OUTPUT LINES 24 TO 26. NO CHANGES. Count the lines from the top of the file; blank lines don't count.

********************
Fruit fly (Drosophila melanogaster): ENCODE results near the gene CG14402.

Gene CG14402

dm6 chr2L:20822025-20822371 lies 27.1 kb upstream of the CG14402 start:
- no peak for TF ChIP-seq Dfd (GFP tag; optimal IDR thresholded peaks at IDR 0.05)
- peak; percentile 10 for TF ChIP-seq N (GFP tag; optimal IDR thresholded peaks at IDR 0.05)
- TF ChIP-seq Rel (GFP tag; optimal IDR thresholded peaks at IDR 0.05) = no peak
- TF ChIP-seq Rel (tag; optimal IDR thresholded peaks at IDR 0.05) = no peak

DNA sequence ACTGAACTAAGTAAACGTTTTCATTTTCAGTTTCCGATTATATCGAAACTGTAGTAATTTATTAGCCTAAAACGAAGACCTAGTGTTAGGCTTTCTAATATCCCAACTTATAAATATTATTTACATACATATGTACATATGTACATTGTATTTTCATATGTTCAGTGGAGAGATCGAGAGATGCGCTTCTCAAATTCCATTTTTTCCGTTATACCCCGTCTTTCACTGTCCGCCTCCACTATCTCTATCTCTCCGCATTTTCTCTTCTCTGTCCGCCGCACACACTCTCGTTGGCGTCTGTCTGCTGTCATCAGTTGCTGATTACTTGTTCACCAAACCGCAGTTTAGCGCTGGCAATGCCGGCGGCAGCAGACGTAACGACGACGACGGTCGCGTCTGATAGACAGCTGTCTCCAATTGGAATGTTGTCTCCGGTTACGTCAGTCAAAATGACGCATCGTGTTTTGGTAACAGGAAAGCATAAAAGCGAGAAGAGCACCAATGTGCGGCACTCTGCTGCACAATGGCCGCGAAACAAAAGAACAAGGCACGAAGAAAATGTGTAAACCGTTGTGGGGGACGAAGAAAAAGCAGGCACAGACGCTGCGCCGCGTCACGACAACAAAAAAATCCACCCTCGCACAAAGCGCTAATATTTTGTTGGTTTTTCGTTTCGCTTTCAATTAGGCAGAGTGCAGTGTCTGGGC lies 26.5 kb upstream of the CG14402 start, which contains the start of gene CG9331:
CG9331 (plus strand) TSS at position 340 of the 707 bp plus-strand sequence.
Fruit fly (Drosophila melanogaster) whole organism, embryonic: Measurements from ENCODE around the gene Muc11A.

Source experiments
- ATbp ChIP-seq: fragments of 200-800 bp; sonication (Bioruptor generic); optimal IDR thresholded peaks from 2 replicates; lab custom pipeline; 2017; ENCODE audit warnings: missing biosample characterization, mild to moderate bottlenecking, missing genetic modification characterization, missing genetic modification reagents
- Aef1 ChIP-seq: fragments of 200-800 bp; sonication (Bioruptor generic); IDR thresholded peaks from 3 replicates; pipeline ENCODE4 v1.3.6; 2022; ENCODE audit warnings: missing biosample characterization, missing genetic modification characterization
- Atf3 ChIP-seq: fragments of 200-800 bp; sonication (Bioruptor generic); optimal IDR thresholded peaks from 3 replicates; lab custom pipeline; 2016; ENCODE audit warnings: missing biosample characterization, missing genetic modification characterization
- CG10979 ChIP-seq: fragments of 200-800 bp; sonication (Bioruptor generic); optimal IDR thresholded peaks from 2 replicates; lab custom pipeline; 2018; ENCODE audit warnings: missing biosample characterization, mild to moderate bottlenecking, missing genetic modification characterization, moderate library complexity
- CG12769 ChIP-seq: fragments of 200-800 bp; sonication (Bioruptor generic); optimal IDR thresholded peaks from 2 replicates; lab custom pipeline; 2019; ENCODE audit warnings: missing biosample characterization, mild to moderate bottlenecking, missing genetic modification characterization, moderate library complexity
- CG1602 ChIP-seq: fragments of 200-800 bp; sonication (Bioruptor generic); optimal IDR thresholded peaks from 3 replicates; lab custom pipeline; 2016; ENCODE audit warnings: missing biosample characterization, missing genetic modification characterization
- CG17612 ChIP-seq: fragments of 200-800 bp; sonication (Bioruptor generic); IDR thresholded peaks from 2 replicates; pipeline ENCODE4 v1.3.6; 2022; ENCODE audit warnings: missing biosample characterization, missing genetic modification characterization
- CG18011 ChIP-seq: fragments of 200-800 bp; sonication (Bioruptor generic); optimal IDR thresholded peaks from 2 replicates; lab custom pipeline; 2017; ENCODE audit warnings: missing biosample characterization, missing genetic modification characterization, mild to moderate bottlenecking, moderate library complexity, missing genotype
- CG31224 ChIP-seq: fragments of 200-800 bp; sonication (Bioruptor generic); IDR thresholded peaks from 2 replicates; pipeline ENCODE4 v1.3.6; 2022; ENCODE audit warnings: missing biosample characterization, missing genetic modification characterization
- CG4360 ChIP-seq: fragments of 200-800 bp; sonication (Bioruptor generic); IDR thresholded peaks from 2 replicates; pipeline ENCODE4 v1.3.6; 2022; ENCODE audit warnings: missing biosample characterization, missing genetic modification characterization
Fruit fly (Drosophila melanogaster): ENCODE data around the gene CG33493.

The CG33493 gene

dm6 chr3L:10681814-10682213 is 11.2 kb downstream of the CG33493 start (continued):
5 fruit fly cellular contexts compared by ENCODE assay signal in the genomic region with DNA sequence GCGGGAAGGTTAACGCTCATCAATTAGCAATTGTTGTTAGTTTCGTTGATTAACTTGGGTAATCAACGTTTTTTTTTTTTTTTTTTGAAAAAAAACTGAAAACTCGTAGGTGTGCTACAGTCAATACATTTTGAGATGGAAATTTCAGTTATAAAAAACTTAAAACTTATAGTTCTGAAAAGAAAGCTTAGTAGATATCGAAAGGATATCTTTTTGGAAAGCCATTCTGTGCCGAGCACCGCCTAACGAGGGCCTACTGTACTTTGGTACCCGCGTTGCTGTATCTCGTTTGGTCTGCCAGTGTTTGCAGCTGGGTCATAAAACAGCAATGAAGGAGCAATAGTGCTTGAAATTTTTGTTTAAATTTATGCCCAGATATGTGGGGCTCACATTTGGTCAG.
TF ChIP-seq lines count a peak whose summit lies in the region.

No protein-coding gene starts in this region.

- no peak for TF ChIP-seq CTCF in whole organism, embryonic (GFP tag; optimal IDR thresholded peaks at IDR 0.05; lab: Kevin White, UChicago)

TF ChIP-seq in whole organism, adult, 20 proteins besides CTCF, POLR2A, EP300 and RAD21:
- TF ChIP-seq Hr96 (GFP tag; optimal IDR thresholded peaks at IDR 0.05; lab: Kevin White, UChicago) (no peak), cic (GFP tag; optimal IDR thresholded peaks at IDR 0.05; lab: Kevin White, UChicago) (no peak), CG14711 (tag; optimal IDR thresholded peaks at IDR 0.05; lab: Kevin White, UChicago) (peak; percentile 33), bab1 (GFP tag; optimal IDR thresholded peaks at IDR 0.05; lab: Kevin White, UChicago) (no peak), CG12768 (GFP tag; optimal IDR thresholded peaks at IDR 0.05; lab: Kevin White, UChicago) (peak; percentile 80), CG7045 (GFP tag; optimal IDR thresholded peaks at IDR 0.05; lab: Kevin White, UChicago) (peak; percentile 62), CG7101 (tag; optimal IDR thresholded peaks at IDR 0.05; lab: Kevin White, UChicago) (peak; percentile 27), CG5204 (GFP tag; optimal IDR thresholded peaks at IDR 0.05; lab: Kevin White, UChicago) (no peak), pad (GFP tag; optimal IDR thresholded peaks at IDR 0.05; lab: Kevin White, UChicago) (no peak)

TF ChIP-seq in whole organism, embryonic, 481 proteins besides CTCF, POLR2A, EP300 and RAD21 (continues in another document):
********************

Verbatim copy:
dm6 chr3L:10681814-10682213 is 11.2 kb downstream of the CG33493 start (continued):
5 fruit fly cellular contexts compared by ENCODE assay signal in the genomic region with DNA sequence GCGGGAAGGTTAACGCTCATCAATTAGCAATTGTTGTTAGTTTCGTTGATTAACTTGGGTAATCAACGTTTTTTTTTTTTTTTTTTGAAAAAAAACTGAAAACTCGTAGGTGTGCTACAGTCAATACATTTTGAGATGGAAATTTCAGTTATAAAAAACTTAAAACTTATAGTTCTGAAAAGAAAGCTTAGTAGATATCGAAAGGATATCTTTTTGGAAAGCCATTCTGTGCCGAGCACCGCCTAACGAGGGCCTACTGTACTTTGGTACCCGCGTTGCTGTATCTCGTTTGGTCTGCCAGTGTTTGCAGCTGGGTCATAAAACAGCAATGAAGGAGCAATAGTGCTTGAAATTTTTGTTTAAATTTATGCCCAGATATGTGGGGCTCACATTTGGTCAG.
TF ChIP-seq lines count a peak whose summit lies in the region.